A powerful storm moved toward the Southland Thursday, threatening to cause mudslides and debris flows and prompting officials in one city to issue mandatory evacuation orders before any rain even started falling.

Duarte city officials said the alert level for neighborhoods below the Fish Fire burn area would be raised to red beginning at 7 a.m. Friday, with mandatory evacuation orders taking effect for residents of 180 homes. Classes for Friday were also canceled at Valley View School in anticipation of the storm.

Volunteers were going door-to-door in affected neighborhoods Thursday afternoon, notifying residents about the evacuation orders, and telling them they can voluntarily leave their homes beginning Thursday night. An evacuation center will be set up at the City Hall Community Center, 1600 Huntington Drive.

“Evacuated residents are encouraged to bring medicines and any other items they may need for a minimum 48-hour period,” according to a notice issues by the city. “Meals will be provided to all evacuees and L.A. County Animal Control has made their mobile shelter on site for those that need to bring animals.”

Rain is expected to start falling in the area Thursday night and continuing through Saturday morning, including unusually heavy rainfall on Friday as a result of the region’s most powerful storm so far this season.

Up to an inch of rain per hour is expected in some areas on Friday, with the approaching storm system tapping into a so-called atmospheric river, sucking up volumes of warm moisture, forecasters said. Early estimates are that the region will receive 2-6 inches of rain in coastal and valley areas and between 5 and 10 inches in the San Gabriel mountains and foothills, they said.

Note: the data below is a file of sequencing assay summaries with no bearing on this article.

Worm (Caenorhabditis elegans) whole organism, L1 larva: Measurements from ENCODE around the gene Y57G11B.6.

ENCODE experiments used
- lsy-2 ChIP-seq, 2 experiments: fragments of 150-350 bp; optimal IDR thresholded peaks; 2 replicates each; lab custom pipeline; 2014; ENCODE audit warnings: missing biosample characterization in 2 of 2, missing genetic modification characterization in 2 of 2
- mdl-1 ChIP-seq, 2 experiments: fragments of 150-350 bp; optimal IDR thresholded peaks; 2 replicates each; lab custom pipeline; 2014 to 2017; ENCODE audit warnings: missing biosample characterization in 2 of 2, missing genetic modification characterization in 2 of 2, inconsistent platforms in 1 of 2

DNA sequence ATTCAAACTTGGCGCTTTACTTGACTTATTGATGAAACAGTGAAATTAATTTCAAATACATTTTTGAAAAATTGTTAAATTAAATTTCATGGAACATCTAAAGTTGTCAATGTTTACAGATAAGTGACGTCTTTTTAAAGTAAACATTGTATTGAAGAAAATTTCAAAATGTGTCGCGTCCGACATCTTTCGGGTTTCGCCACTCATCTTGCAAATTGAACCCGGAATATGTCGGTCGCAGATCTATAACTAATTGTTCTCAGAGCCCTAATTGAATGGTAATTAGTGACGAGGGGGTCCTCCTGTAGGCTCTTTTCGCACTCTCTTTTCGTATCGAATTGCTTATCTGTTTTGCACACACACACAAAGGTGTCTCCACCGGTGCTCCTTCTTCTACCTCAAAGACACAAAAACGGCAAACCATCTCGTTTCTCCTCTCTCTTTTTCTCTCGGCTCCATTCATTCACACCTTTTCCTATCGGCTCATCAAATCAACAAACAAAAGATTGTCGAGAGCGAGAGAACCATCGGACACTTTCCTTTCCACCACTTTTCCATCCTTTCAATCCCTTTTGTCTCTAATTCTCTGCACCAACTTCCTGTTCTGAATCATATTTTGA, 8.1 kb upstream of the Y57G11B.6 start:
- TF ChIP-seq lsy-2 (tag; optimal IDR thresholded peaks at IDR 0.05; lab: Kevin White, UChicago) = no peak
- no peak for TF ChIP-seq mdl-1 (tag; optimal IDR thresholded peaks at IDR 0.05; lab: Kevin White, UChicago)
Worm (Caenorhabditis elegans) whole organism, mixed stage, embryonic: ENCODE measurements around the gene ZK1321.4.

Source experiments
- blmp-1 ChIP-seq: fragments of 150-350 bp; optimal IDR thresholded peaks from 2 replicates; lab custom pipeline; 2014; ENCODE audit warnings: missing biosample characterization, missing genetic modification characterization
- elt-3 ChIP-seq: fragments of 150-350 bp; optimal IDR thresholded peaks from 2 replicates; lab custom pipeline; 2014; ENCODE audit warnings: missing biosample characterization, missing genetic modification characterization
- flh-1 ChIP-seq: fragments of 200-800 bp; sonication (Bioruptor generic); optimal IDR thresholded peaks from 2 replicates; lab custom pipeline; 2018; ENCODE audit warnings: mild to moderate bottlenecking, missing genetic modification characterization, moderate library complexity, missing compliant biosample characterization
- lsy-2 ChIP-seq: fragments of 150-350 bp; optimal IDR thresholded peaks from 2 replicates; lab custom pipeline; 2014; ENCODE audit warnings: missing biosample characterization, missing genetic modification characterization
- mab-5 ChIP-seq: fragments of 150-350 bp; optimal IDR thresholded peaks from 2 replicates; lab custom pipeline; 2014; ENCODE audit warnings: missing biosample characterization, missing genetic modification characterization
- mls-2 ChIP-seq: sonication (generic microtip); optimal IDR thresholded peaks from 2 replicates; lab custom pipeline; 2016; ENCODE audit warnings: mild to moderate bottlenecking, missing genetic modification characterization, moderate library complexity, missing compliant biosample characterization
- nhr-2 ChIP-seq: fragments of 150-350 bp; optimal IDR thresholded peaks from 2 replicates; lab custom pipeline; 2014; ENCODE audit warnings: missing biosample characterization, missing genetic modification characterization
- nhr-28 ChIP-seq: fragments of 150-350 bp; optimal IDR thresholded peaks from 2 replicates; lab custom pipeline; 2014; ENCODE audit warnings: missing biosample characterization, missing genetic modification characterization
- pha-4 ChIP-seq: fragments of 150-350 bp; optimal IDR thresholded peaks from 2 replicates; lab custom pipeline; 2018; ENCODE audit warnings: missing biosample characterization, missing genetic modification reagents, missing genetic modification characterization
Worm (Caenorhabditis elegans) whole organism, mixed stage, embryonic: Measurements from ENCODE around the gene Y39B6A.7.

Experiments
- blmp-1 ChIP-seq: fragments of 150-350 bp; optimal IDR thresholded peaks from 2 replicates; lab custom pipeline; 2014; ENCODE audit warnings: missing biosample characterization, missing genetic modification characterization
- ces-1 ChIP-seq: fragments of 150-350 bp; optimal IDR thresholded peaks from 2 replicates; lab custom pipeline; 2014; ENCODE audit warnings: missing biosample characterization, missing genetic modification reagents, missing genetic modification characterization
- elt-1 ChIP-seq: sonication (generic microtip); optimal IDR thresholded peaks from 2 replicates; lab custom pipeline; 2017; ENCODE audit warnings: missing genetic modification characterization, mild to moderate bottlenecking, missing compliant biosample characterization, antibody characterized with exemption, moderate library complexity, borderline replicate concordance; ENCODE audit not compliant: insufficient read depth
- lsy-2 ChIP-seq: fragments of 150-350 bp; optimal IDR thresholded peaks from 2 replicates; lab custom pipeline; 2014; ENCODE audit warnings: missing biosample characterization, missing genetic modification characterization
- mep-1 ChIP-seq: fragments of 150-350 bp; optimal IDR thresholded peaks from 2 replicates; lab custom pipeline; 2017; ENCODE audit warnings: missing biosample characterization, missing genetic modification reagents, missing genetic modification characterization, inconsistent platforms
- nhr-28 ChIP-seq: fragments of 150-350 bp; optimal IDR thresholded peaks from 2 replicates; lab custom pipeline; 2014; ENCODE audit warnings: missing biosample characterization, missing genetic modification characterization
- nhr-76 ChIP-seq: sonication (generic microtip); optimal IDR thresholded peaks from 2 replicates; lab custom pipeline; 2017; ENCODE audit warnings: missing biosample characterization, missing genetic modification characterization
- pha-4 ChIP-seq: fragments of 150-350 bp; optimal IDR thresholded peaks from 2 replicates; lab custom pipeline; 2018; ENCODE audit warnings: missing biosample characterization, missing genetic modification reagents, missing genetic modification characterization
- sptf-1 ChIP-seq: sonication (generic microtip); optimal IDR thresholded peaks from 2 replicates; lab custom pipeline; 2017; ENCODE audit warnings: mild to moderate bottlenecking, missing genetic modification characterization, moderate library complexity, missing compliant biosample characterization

The first wave of rain will begin along California’s Central Coast Thursday, then move south and into Los Angeles and Ventura counties Thursday night, with a stronger wave generated by a second storm system slamming into the Southland Friday morning.

“Strong southerly winds combined with ample moisture will lead to periods of very heavy rain, with rain rates at times of around 1 inch per hour,” according to the National Weather Service. The rain is expected to taper off Saturday morning, causing the threat of flash flooding to disappear around noon, although scattered showers are possible through Saturday evening.

“There will be the threat of flash flooding with mud and debris flows in and around the recent burn areas, especially with Friday’s storm,” according to the NWS.

A flash flood watch will be in effect from Friday morning through Saturday morning, with the greatest threat of flash flooding developing in areas below slopes denuded in wildfires, according to the NWS. Widespread urban roadway flooding is also possible, along with flooding in creeks and small streams, and rock and mudslides, especially near canyon roadways, warned an NWS statement.

In Duarte, residents were warned to keep vehicles, trash bins and other obstructions off roadways, and a series of streets were closed in advance of the storm. Closures were ordered at Royal Oaks and Greenbank; Bettyhill and Conata; Royal Oaks and Mel Canyon; eastbound Fish Canyon at Mel Canyon; westbound Fish Canyon at Mel Canyon, Mountaincrest and Deerlane; Brookridge and Tannencrest; and Sunnydale Drive and Westvale Road.